A Reflection on Day One of An Event Apart Atlanta.
Having finished the first day of An Event Apart Atlanta, I’ve come away with a lot of good information. My notes are much more extensive than this post, but these are the common themes I felt emerge from the various talks.
The Web is Complicated
The largest theme of the day was that the web has become complicated, and we need to be prepared for it.
Samantha Warren started this theme with her presentation of Style Tiles. As building for the web has moved from fixed width sites to responsive, the way we communicate the visuals needs to adapt to become more flexible, allowing us iterate with our clients more efficiently and quickly. Style Tiles live between static mockups and mood boards. They communicate more than mood boards, without communicating the false certainty that accompanies mockups. They help communicate that we’re not designing pages, we’re designing a system from which pages and templates will be created.
Style Tiles look to be best used as aides during early design discussion. Once a project is mature, pattern libraries would be a better ongoing tool to centrally communicate the aesthetic and components that make up the system that makes up the website.
Jason Santa Maria touched on this theme in his discussion of the value of being flexible with your process. As he explained the need to move from the “flat and fixed” process that was the standard, with its manual file versioning and chaotic naming, he made the argument that such a process worked because the web was simpler medium then.
The theme really hit hard with Luke Wroblewski’s talk on designing for the increasing diversity of devices in use. We need to embrace the current state of devices, treating high resolution, wide screen devices as the dominant devices that they are. We need to leverage all the tools in our media query toolbox to design for the variety of devices on the market. Inputs are not mutually exclusive and are only increasing. We need to build in a way that accommodates various inputs interchangeably. A gigantic jump in the complexity of the web becomes apparent when we realize that TVs and smartphones have the same resolutions, but have completely different postural interactions. We need to respond to not only screen size but viewing distance, holding position, and environmental factors.
Jason Grigsby finished the theme with an incredibly practical overview of the needs of building websites mobile first. A big part of his talk involved emphasizing the importance of responsive image solutions. I’ve been hesitant implementing a responsive image solution because they all feel so hackish, like they’re working against the browser instead of with it. Jason recognized this, saying that they are hacks, and we shouldn’t overlook that fact. We should implement a solution in a way that we can change it later, because hacks can become obsolete very quickly.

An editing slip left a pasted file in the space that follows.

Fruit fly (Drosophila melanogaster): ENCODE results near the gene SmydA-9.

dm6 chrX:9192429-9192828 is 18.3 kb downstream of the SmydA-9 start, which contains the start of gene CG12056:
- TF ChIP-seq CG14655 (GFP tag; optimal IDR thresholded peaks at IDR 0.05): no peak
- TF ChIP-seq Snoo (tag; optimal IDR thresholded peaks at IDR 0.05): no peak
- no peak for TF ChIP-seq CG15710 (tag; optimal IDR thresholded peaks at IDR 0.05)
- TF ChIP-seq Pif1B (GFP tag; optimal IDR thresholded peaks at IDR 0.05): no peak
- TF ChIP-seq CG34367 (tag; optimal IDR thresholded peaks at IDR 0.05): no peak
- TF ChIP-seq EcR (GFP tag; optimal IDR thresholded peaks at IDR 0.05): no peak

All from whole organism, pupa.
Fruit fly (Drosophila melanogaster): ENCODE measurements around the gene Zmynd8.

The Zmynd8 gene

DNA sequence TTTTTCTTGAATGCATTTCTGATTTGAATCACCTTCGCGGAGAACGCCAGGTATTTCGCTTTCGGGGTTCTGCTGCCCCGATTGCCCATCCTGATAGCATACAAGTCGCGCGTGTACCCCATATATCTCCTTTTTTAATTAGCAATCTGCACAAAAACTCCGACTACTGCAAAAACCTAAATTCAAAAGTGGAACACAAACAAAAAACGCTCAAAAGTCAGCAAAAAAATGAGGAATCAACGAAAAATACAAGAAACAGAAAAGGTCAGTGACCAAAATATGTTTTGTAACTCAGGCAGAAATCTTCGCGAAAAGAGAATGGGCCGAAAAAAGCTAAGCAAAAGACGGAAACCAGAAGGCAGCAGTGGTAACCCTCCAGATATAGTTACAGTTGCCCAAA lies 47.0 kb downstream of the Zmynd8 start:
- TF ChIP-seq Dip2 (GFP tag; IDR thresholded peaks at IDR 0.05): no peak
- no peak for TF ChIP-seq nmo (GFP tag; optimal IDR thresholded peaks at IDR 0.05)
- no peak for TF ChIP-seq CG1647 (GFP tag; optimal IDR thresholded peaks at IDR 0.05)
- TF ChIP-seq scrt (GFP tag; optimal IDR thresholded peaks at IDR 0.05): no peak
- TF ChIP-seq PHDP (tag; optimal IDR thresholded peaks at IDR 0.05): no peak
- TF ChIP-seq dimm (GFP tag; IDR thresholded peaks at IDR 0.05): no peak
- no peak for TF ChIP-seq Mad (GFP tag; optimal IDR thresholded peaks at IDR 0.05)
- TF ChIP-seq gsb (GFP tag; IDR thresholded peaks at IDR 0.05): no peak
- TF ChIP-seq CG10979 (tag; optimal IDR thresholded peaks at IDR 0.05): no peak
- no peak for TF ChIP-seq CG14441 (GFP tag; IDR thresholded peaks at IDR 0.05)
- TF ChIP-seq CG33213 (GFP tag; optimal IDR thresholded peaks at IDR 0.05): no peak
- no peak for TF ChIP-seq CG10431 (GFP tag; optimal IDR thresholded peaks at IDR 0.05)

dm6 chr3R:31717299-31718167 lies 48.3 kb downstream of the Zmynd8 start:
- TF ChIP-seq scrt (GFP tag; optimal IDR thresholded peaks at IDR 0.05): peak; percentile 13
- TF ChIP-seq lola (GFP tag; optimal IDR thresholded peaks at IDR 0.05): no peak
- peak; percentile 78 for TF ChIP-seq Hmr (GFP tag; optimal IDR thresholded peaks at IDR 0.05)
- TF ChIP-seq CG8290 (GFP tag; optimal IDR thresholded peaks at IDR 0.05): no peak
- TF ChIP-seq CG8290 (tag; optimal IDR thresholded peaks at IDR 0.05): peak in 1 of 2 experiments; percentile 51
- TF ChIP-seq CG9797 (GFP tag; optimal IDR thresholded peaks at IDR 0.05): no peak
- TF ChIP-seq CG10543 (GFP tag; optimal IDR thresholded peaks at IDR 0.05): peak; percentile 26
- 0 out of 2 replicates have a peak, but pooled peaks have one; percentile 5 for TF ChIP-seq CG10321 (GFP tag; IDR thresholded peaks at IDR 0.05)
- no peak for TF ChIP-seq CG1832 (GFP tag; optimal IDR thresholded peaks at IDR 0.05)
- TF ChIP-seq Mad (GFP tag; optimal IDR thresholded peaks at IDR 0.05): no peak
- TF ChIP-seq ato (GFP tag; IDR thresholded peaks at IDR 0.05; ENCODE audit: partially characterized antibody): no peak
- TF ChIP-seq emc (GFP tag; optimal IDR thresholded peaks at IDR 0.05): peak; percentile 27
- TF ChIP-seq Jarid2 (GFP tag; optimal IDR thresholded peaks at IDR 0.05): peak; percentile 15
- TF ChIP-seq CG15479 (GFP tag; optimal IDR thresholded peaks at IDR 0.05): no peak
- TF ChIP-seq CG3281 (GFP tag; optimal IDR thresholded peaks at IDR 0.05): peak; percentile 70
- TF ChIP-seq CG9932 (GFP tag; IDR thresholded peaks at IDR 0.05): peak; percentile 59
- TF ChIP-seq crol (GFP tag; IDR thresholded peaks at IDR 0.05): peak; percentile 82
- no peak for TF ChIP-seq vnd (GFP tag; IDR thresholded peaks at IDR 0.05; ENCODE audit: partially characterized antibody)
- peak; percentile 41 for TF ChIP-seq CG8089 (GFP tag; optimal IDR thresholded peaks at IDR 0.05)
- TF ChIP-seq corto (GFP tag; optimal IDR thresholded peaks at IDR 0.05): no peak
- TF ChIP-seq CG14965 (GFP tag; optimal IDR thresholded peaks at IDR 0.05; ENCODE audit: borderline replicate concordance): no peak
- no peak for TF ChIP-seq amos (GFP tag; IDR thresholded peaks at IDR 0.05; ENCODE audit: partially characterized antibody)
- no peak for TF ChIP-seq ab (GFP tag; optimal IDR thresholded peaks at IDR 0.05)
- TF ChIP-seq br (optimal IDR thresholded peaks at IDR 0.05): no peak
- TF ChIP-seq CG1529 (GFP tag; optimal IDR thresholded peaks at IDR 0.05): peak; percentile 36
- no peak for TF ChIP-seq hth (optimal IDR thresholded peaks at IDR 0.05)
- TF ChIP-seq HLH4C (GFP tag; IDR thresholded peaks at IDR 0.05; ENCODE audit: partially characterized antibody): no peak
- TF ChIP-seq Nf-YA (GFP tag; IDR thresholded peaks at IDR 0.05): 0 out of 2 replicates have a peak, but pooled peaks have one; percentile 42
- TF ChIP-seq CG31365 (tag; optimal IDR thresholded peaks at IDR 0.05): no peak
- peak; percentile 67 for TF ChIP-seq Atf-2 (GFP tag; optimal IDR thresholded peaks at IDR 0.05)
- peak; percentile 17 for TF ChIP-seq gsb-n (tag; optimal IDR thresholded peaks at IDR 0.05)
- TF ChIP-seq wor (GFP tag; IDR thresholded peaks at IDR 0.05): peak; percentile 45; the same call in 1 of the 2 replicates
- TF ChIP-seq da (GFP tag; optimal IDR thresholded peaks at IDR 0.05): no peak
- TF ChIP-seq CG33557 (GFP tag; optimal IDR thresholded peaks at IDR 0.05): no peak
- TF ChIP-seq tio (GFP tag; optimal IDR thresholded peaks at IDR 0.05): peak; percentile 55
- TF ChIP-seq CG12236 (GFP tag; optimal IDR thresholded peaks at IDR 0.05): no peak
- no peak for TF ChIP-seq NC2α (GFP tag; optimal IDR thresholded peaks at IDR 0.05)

We don’t yet have great tools to deal with much of the complexity. We need to adapt our client communications and our designs in light of the ubiquity and complexity of the web platform. We need to build websites that are optimized for the data that we know, use reasonable proxies to optimize for the data that we don’t know, and push for improved data for variables that don’t have reasonable proxies.
Prioritize Communication Over Tools or Process
While Jason Santa Maria touched on the complexity of the web platform, he mostly hit on moving our focus from following a particular process to getting to the root of what processes are for: communication. We need to choose our tools and approaches based on the situation and use whatever communicates our ideas to our colleagues and clients most effectively and quickly.
A sub-theme that tied in with Samantha Warren’s talk was that of working in the appropriate fidelity at the appropriate points in a project. Communicating at less of a fidelity than what is needed leads to a discussion that isn’t focused on the items that aren’t ready to be discussed, while communicating at too high of a fidelity may lead to a discussion about details that don’t need to be discussed yet.
Use mood boards when you need to work through very abstract notions of a brand. Move to style tiles when it’s time to focus those abstract notions into a design system. Start ideas on paper, moving them into mediums of higher and higher detail as those details are ready to come into focus. Move discussions about details to the lowest fidelity required. If a discussion on colors needs to be made, don’t redo the style tiles or designs, work with color palettes until a solution is closer at hand.
Communicate and Emphasize the Importance of Design
The final theme that emerged from the day was the need to communicate and emphasize the importance of design. I came in late to Jeffrey Zeldman’s talk and missed most of it, but he ended it talking about the web industry needing evangelists more than it needs stars. Jared Spool took it home with the last talk of the day, though, showing how, if we want to be taken seriously, we need to demonstrate the value of our work to the strategic priorities of business.1 Additionally, we should take an active role in designing the business model to achieve the priorities so that we can work in a way that serves the user. When we develop strategies for revisions and improvements, we should communicate them in the context of the strategic priorities and measure them against those priorities. The more we work in the same world as our bosses and our bosses’ bosses, the more positive influence we can have.
- All of the speakers look shorter in person than they do on Twitter.
- @CodingItWrong had the best running Twitter commentary.
- Vitamin T had a surprise hit with their dancing robots.
- I need to allow for more time to get into Buckhead from Decatur.
- Increasing revenue, decreasing costs, increasing new business, increasing existing business, increasing shareholder value. ↩